Temporal range: Pleistocene
|An artist's illustration and size comparison of Homo erectus palaeojavanicus?|
|Subspecies:||†H. e. palaeojavanicus?|
|†Homo erectus palaeojavanicus?|
Meganthropus is a name commonly given to several large jaw and skull fragments found at the Sangiran site near Surakarta in Central Java, Indonesia. The original scientific name was Meganthropus palaeojavanicus, and while it is considered invalid until quite recent times, a study in 2019; of tooth morphology found Meganthropus is indeed a valid genus of non-hominin hominid ape, most closely related to Lufengpithecus; as well as the genus name has survived as something of an informal nickname for the fossils. 
As of 2005, the taxonomy and phylogeny for the specimens are still uncertain, although most paleoanthropologists consider them related to Homo erectus in some way. However, the names Homo palaeojavanicus and even Australopithecus palaeojavanicus are sometimes used as well, indicating the classification uncertainty. Of particular interest is that the finds were sometimes regarded as those of giants, although that is unsubstantiated.
After the discovery of a robust skull in Swartkrans in 1948 (SK48), the name Meganthropus africanus was briefly applied. However, that specimen is now formally known as Paranthropus robustus and the earlier name is a junior synonym.
Some of these finds were accompanied by evidence of tool use similar to that of Homo erectus. This is the reason Meganthropus is often linked with that species as H. e. palaeojavanicus.
The majority of paleoanthropologists consider the Meganthropus fossil remains as falling within the variation of H. erectus. As Kaifu et al. (2005) note: "If we take the conservative standpoint that all earlier Homo populations that are sufficiently derived from African early Homo belong to H. erectus, the Grenzbank/Sangiran group is allocated to a primitive group of this species." However some[who?] argue that the Meganthropus fossils warrant a separate species or H. erectus subspecies, proposing the names H. palaeojavanicus or H. e. palaeojavanicus based on their overall primitiveness, such as low cranial capacity (Tyler, 2001). Against this view, Wolpoff (1999) argues for strong similarities between earlier and later Javanese fossils and no species nor subspecies distinction.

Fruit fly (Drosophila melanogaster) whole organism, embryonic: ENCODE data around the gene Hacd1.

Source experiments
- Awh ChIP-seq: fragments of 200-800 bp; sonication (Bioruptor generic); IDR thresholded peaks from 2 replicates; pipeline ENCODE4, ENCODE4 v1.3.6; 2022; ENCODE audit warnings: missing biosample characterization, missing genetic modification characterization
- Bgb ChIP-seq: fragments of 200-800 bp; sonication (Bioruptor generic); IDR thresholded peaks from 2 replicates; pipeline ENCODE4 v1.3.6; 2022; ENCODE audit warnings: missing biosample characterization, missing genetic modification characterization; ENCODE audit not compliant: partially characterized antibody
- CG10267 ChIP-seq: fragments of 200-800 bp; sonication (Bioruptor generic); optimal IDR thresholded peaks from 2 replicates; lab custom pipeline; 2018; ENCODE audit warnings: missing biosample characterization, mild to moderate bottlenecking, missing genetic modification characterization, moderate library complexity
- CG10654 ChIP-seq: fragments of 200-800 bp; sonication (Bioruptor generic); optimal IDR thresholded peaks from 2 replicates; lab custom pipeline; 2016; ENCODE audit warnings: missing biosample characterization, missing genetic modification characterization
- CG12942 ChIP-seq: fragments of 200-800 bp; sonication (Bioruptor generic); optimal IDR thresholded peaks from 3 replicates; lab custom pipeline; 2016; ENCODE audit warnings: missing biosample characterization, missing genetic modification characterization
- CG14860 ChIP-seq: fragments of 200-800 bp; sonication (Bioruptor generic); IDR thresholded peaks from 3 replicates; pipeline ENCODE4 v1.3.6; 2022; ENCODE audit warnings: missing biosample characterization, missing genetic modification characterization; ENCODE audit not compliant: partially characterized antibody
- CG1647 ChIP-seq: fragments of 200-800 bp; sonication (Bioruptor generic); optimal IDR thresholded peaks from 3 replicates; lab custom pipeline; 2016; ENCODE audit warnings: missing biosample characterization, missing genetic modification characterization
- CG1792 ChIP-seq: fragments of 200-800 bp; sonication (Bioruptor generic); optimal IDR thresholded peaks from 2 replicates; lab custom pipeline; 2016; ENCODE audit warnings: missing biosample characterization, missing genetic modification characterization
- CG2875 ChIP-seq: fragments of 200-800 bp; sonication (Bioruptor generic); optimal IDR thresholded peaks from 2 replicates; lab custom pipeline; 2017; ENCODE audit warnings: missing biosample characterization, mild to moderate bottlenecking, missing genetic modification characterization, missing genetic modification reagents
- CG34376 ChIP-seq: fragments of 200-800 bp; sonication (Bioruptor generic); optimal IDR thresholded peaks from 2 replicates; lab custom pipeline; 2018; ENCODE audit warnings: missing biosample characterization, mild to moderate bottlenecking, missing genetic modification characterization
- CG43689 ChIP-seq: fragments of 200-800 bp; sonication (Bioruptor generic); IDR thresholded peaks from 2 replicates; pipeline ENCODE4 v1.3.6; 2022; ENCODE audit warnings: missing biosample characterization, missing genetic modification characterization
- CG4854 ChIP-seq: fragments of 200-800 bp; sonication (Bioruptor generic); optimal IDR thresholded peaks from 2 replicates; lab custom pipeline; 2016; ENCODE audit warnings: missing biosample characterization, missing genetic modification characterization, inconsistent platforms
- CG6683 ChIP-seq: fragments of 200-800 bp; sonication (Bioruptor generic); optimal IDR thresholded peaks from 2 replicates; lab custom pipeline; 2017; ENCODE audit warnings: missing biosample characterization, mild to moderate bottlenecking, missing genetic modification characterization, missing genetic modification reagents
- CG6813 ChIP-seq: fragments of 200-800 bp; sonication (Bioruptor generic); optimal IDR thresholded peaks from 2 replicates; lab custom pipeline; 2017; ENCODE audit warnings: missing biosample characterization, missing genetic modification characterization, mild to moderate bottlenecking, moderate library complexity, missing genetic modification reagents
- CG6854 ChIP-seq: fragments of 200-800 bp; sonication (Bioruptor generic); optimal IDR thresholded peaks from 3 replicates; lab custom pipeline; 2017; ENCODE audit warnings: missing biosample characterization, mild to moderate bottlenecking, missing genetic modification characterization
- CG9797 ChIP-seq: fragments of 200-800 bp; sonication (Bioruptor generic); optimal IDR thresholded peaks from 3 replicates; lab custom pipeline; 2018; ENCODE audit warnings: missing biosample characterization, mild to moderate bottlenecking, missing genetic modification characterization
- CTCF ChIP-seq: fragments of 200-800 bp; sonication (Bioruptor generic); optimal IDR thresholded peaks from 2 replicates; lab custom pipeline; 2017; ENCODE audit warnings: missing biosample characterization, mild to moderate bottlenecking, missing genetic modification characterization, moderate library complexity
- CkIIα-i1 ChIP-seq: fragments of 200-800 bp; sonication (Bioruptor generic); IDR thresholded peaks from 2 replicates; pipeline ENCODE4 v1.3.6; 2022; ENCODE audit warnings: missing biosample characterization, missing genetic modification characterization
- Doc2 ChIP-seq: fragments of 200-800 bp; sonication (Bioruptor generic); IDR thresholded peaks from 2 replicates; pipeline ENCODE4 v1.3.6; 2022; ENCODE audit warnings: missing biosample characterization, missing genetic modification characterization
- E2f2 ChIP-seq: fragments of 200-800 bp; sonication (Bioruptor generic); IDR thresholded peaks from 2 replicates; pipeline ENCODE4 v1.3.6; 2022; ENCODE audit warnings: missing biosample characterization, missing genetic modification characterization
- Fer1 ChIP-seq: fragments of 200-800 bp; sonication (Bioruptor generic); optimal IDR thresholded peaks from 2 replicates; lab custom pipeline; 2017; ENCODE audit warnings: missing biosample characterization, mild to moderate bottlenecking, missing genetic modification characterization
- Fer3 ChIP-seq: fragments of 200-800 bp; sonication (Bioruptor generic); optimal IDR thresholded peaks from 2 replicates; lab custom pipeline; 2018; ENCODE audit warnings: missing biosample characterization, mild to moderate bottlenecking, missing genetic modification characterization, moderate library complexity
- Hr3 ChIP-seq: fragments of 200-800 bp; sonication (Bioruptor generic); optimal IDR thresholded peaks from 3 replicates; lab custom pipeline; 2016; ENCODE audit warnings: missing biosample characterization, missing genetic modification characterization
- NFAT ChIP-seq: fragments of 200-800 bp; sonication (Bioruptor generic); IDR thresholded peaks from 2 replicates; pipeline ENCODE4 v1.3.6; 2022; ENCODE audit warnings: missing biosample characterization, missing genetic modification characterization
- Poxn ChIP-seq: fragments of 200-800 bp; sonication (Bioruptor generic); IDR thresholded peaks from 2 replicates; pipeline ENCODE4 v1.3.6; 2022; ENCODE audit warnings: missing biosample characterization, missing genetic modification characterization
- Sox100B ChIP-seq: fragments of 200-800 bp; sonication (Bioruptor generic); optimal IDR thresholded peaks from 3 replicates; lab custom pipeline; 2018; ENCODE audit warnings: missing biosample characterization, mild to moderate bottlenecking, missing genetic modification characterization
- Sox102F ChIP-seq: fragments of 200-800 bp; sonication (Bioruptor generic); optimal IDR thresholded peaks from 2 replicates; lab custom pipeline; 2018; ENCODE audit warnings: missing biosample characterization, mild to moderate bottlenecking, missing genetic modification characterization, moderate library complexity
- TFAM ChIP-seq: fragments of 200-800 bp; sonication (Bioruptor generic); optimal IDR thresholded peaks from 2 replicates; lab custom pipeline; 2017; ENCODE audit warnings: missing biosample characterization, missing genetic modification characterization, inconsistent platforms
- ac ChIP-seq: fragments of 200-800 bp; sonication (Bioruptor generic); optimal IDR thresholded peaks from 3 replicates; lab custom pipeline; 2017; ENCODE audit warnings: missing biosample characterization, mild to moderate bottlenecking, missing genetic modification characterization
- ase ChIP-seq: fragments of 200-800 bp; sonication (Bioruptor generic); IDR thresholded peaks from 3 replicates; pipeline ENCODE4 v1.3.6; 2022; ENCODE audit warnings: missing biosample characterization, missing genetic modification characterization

Robinson (1953) first suggested that Meganthropus (based on the Sangiran 6 mandibular fragment) could be a Southeast Asian representative of robust australopithecines. A similar theory was proposed by Krantz (1975) who argued that Sangiran 6 is: "entirely outside the possible size range of Homo erectus and should be classed as Australopithecus africanus" (i.e. gracile as opposed to robust australopithecine). According to Koenigswald (1973) both robust and gracile australopithecine traits can be found in Sangiran 6: "In certain respects the lower jaw of Meganthropus combines characteristics of A. africanus (premolars) with those of A. robustus (size)."
A study by Orban-Segebarth & Procureur (1983) of the Sangiran 6 mandible also concluded: "Asiatic Meganthropus 'Sangiran 6' has marked australopithecoid traits" but Kramer and Konigsberg (1994) challenge this view. According to Cartmill and Smith (2009): "there is no compelling reason to remove any of the 'Meganthropus' specimens from H. erectus".